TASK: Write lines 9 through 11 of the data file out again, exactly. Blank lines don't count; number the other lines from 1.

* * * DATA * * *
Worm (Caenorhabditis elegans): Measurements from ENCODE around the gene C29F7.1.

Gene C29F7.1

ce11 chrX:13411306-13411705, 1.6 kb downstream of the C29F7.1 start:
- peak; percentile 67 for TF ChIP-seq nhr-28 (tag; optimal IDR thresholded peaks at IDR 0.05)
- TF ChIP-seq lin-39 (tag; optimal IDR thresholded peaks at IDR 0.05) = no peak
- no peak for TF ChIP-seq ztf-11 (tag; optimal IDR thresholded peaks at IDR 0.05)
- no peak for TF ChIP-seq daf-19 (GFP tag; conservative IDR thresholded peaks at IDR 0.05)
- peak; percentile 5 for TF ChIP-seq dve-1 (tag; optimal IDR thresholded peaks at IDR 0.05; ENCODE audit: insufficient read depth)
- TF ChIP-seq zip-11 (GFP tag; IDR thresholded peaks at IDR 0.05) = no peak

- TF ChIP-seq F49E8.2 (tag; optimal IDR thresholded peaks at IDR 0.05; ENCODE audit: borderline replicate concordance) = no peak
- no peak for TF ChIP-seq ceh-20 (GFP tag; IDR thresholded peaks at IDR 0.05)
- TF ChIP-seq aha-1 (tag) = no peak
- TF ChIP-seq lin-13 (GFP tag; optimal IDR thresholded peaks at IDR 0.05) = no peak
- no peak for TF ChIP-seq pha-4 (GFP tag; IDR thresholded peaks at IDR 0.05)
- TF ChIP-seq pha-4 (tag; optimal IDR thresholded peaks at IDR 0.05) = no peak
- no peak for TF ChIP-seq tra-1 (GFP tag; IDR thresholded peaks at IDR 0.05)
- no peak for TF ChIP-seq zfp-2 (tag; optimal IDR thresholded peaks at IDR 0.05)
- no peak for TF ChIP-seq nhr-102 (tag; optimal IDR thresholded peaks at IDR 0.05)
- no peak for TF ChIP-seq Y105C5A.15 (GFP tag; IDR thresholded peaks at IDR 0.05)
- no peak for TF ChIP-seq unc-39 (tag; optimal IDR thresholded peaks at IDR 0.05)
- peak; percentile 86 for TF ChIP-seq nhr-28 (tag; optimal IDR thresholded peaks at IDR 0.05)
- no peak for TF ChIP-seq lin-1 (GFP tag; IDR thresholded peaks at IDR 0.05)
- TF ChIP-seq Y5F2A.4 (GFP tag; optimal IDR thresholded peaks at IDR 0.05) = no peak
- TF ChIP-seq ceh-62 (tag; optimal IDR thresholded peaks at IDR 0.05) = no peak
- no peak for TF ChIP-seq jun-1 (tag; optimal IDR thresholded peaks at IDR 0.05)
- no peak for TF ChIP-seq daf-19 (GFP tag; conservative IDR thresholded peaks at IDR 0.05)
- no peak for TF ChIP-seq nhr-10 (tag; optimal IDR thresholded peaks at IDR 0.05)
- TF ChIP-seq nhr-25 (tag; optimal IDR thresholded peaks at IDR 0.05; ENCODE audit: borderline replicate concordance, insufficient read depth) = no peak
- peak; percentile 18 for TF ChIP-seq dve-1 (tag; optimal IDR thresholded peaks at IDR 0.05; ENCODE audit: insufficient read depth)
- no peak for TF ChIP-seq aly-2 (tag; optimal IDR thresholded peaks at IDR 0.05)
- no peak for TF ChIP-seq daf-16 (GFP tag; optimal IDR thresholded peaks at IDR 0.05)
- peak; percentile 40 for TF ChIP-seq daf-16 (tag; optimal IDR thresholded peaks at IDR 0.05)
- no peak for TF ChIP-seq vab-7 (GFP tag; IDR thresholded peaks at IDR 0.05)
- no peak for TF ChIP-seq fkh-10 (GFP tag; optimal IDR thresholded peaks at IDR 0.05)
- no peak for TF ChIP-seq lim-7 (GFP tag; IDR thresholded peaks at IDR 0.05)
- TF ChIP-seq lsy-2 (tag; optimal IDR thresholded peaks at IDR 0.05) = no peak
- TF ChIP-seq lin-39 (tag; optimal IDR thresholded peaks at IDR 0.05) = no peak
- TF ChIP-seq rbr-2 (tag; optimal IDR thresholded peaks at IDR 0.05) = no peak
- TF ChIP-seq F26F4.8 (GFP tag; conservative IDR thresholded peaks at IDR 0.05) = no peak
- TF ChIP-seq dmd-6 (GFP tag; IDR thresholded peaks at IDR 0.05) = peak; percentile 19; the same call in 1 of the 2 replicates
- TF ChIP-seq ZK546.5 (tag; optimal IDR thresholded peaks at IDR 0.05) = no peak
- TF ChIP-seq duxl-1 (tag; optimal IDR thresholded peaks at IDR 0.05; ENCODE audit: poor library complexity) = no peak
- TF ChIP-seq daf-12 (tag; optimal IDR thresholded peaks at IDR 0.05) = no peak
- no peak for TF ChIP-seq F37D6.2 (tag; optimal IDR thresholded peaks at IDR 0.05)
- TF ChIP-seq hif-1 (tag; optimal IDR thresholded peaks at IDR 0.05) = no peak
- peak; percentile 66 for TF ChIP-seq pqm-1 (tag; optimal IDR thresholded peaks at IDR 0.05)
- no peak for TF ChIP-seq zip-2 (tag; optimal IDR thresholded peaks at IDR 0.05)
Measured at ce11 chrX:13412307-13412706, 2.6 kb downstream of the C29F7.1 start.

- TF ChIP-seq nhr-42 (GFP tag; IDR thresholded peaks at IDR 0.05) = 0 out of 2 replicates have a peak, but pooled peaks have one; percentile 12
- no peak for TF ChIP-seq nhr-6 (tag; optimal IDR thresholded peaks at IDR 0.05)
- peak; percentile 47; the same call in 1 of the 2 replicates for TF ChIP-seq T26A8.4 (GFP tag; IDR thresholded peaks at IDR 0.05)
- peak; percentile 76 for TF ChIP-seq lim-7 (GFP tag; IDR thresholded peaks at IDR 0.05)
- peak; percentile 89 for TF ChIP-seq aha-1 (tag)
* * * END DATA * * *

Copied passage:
- TF ChIP-seq zip-11 (GFP tag; IDR thresholded peaks at IDR 0.05) = no peak

- TF ChIP-seq F49E8.2 (tag; optimal IDR thresholded peaks at IDR 0.05; ENCODE audit: borderline replicate concordance) = no peak
- no peak for TF ChIP-seq ceh-20 (GFP tag; IDR thresholded peaks at IDR 0.05)